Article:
The Edmond Sun (Edmond, Okla.), Vol. 21, No. 20, Ed. 1 Thursday, December 16, 1909 Page: 1 of 12
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IT A YEAR
I \ riATTVTV
IT A YEAR
OFFICIAL PAPER OF OKLAHOMA ((H' NT~Y
EDMOND, OKLAHOMA, THURSDAY, DEC A 1909
Will soon be here, and you will be looking for
Presents as well as something good to eat.
The SPOT CASH GROCERY
Is prepared to supply all your needs. Pefore
buying your Christmas presents call and look
at our line of extra fine Japanese ware. Some-
Many useful articles in Enameled Ware, a full
line of plain and fancy Queensware.
Don't fail to see our stock of Holiday Candies
which will be on sale in a few days.
We now have a full line of everything in Can-
ned goods, Bulk Kraut, Sweet and Sour Pick-
els, Fruits and Breakfast Foods.
BAQLEY & DANIELS
WELL KNOWN FARMER PINS HIS
FAITH TO PROVIDENCE.
Says the Elements Have More Effect
on Crops Than Farming
Just received==a Car Load ot
Hunters Cream Flour and
Ponca City Cream"Flour
We have tfie exclusive sale in Edmond for th> i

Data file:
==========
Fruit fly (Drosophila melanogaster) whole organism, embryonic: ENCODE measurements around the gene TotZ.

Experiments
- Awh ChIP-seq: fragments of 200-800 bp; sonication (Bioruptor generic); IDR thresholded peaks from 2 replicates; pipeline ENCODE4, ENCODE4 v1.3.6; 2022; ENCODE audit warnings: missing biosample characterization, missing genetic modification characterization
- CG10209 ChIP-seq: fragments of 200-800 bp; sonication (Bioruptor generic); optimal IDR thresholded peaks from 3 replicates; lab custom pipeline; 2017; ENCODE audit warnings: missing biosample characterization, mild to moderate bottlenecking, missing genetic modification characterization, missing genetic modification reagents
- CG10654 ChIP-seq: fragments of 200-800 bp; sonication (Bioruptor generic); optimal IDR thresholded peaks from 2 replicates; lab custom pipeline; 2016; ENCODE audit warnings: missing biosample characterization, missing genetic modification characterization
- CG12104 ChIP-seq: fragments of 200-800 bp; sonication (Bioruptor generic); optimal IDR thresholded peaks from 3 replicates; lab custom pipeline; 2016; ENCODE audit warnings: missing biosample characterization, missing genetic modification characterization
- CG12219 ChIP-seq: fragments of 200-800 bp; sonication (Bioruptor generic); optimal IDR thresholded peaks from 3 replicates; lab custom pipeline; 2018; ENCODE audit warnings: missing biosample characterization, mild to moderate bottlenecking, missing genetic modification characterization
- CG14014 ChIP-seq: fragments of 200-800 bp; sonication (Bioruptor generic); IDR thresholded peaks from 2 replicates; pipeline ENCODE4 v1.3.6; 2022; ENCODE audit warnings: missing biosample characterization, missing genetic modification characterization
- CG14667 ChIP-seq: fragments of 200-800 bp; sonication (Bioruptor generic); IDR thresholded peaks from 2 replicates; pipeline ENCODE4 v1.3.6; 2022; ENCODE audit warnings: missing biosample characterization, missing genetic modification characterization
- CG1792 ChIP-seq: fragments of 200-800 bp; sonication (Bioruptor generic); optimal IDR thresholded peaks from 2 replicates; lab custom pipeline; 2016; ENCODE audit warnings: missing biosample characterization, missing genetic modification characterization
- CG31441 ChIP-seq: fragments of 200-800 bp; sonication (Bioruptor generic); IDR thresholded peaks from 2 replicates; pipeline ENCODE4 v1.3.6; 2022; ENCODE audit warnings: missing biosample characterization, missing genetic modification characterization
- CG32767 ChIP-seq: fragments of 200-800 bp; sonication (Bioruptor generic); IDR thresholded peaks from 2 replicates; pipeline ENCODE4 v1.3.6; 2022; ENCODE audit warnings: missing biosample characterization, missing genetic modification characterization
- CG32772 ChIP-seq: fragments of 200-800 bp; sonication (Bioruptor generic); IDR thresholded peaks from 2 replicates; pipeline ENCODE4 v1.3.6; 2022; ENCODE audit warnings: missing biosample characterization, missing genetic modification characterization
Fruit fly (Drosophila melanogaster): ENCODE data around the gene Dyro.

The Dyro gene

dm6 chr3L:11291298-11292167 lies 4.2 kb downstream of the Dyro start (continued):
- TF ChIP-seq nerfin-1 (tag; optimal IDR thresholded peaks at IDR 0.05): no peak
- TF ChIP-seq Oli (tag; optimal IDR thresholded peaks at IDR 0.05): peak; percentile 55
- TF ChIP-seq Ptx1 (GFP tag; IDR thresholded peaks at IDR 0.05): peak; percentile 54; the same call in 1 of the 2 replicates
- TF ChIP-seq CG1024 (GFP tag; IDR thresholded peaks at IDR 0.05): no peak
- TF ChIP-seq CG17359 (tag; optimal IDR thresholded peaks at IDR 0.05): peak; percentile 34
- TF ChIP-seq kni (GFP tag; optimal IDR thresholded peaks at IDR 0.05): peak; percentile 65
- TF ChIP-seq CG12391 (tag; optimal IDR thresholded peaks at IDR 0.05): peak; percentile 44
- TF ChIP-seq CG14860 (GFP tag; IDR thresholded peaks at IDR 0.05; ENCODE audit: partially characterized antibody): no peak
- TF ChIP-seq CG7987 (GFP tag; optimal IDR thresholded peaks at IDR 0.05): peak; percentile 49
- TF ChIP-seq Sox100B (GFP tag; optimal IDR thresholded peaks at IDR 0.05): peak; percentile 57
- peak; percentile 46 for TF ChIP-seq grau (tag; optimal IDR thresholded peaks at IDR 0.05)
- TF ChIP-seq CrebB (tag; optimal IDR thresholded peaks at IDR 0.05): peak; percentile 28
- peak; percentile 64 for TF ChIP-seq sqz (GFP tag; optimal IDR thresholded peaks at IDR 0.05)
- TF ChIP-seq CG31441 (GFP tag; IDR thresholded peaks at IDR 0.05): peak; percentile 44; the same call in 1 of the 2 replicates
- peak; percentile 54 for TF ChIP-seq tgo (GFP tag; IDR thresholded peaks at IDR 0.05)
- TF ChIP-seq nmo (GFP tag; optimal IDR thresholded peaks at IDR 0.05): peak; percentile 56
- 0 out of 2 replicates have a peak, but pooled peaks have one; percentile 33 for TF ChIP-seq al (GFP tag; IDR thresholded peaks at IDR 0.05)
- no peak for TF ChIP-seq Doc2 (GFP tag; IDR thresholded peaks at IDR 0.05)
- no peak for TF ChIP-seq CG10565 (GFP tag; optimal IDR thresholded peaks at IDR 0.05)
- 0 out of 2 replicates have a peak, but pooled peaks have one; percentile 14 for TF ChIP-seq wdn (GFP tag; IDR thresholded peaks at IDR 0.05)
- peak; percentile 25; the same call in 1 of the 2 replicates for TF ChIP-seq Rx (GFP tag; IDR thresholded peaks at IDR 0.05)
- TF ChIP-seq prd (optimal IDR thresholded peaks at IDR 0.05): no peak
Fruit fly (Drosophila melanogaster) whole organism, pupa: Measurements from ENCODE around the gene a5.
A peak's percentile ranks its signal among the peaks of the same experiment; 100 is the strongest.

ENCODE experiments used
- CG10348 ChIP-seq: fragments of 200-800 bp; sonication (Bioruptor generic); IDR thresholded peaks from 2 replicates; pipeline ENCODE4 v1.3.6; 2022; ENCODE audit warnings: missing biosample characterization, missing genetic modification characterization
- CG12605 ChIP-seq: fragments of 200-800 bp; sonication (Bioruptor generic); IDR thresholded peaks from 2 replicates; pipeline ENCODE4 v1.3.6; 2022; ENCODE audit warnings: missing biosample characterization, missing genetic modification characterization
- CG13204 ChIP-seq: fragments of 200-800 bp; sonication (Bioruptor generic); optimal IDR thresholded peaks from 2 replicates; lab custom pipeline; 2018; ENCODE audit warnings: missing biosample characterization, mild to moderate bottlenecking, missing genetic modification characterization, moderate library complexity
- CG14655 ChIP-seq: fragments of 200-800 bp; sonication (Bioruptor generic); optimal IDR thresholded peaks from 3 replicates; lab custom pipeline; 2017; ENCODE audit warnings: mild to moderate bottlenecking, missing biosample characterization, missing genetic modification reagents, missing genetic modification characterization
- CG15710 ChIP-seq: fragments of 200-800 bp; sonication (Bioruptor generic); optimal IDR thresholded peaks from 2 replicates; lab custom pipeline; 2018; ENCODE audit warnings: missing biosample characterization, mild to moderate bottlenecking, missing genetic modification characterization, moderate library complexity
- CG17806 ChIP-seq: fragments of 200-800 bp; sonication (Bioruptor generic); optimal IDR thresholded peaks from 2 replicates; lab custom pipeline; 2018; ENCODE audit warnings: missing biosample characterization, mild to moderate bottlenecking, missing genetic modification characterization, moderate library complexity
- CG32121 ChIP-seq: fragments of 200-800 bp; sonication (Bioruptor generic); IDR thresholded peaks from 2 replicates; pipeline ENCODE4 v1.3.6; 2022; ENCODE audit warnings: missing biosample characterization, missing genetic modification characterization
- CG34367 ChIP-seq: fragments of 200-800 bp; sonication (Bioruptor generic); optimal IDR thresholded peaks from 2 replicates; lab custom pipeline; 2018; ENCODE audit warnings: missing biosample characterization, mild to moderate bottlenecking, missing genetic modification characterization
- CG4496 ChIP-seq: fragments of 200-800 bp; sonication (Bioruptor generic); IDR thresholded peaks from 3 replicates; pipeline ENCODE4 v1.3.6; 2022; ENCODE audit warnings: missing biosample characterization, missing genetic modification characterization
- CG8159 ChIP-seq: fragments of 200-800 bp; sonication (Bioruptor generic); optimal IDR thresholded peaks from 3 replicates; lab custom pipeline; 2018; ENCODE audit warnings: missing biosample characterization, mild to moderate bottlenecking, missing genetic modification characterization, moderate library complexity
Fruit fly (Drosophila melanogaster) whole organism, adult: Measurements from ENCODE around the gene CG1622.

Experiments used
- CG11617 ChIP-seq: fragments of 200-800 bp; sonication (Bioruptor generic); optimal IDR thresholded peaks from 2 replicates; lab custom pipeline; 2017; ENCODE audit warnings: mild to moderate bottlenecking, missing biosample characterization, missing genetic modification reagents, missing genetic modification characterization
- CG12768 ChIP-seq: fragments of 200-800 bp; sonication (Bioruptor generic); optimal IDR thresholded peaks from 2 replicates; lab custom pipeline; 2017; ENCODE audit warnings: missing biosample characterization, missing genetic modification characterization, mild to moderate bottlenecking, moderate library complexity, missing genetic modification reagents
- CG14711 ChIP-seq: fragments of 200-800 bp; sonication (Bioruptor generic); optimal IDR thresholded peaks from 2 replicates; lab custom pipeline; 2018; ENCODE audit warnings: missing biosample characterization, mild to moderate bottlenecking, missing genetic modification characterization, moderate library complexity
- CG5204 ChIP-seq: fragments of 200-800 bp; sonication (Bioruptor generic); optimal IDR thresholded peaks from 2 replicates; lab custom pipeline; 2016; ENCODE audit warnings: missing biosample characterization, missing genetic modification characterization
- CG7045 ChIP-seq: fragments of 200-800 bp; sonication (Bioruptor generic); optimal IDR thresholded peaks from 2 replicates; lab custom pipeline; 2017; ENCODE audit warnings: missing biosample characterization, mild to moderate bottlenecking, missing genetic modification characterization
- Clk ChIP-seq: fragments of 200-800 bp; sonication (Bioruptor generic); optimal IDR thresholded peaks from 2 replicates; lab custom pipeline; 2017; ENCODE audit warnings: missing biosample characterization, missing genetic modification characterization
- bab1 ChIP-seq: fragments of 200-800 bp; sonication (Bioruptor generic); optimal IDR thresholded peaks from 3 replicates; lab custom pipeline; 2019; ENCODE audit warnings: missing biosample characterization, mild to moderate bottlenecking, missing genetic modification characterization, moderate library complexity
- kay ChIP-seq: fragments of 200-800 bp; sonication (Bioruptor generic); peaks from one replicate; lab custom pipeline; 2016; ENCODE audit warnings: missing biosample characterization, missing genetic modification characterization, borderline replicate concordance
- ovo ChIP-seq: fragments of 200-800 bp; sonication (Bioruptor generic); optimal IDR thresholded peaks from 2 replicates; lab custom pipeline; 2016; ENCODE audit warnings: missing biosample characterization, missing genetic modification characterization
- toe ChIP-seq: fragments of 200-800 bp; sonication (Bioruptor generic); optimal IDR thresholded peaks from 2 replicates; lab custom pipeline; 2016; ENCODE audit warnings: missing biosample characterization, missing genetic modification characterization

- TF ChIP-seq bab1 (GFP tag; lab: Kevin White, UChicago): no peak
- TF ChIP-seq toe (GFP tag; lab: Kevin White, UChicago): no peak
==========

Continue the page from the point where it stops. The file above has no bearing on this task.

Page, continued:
celebrated brands of Flour, admitted by all
be the best Flour on the market. If you want
good bread, all the time, order either Hunters
Cream or Ponoa City Cream.
We have a fine ftpsh line of
Hy your permission I'll write a few
words about that "Mebane" cotton
and a few other things that directly
and Indirectly concern the agricultural
A few years ago when Mr. Bentl.v
In government employ brought a boll
of this cotton hero to show to the
rurallsts, I had ten acres of it grow
lug. I sold seed of this variety to
numerous farmers, and It i« probable
that thousands of bushels have been
ginned In this locality since. It is a
good cotton. It will gin from 37 to
40 per cent. It Is as near storm proof
as any. It is a good ylelder, and Is
(perhaps) more easily picked than